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Old 2009-02-22, 22:59   Link #2001
Mystique
Honyaku no Hime
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Join Date: May 2008
Location: In the eastern capital of the islands of the rising suns...
^
Nikorai and ryuou:
Because I can follow your convo, you'd need to take that to your profile boards and converse with each other there. It isn't related to this thread in a 'learning japanese linguistic' sense for foreigners, so mods may get picky with ya both.
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Old 2009-02-22, 23:24   Link #2002
Ryuou
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Location: Dying to get back to Japan (but currently near Chicago)
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Indeed. I'll reply to it on Nikorai's profile page. Thanks for the heads up.
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Old 2009-02-23, 11:47   Link #2003
wao
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Quote:
Originally Posted by Ryuou View Post
@ wao - By real-time are you talking about instant messaging or some similar function on Animesuki? I think we'd get in trouble if we just started conversing in Japanese in the forums.

What's the EJU? I don't think I've heard of it. And since I haven't taken 2kyuu I don't know how much extra effort is needed to pass 1kkyuu. I know there are practice books you can get to help gauge where you stand with the test.
Sorry for the laaate reply but - yeah I meant like IMs. I would definitely not recommend conversing in an entirely different language on the public forum pages, it's against the rules.
It's a bit hard finding people, I once just gulped and joined random crappy skypecast chat channels and eventually made friends with someone whom I continue talking to. Prior to that I used to email/chat with another person I got to know after an uh... silly incident.
Maybe getting to know people via games migth help?

The EJU is the Examination for Japanese University Admission (why not just EJUA??) It tests not only your Japanese skills but your basic understanding of some academic subjects (mathematics, plus either humanities OR sciences, not both) ...in Japanese.
If you want to enter a Japanese university and want to prove your Japanese language skills, the EJU is greatly preferred over the JLPT, which is highly limited and only tests mostly reading and aural comprehension, nothing on your ability to write - which would of course be central in university courses.


I was made to learn Chinese for much of my school life (and I hardly know my own ethnic language) ...so I really, really must admit when I see other students without the background struggle with kanji I feel so terribly good about myself for 5 seconds. 2000 kanji? What a breeze! When you consider how many of them are so easy...

...I still have a long way to go with sentence structures (I had no idea that ~ては~ is not solely restricted to preceding the negative form; and takes on a rather different meaning), and I definitely have problems figuring out which words to use for more sophisticated expressions, or when I want to talk about things like the economy (which I can't anyway)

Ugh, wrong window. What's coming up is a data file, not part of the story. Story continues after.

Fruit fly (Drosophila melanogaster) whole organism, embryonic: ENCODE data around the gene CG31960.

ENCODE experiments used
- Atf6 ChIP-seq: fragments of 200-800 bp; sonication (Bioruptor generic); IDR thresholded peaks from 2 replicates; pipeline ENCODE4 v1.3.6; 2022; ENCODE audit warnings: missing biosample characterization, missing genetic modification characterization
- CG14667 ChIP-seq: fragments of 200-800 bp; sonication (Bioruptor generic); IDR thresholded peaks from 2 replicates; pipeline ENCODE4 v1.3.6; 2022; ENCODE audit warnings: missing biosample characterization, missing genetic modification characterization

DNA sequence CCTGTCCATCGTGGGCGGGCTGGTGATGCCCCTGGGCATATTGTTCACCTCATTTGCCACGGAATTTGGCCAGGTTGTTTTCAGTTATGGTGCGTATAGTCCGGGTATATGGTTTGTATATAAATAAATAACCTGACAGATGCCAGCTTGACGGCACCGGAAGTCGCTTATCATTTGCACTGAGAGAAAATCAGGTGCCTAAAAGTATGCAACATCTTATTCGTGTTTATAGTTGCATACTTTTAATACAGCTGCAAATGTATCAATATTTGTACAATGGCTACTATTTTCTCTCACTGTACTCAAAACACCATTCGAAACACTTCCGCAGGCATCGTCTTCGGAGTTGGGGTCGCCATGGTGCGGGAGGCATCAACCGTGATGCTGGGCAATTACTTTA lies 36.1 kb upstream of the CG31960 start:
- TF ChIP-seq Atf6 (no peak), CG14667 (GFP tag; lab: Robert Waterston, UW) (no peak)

The pitfalls of casual learning? I might've stayed on at a very low level if it wasn't for casual learning, though. I hate language lessons.
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Old 2009-02-23, 22:08   Link #2004
fanty
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When learning kanji, which is better, mnemonics or rote memorisation?

In the past few weeks I learnt 400 kanji by rote memorisation, but for the last few days my brain is kinda rejecting all the new kanji I try to enter into it. So mnemonics are tempting, but I fear that I will clutter up my memory and wrap kanji up in English (I've been thinking about making mnemonics in Japanese but I'm not sure whether I'd be able to pull that off, my Japanese is only good enough to watch kids' anime and read shounen manga).

So... what should I do?
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Old 2009-02-23, 23:15   Link #2005
Raiga
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The thing with Kanji though, is that there are only so many radicals and a certain amount of common word parts that make things much easier once you're familiar with them. Plus the sort of basic... dunno how to put it... "idea" I guess, behind the arrangement of the strokes... there's a rhyme and reason to it... er, I can't really explain it, but the idea is to be able to think of each Kanji not as a picture or set of lines but as containing many parts you can sorta group together in your memory... not to mention many word parts carry meanings, like how characters with the vertical 人 radical, the one that looks like the Katakana イ, have to do with people.

Er, I'm probably repeating things you already know... but I don't have too much trouble learning new Kanji (if I can motivate myself to try) and that's the best I can describe as to why.
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Old 2009-02-23, 23:33   Link #2006
Mystique
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Quote:
Originally Posted by Raiga View Post
The thing with Kanji though, is that there are only so many radicals and a certain amount of common word parts that make things much easier once you're familiar with them. Plus the sort of basic... dunno how to put it... "idea" I guess, behind the arrangement of the strokes... there's a rhyme and reason to it... er, I can't really explain it, but the idea is to be able to think of each Kanji not as a picture or set of lines but as containing many parts you can sorta group together in your memory...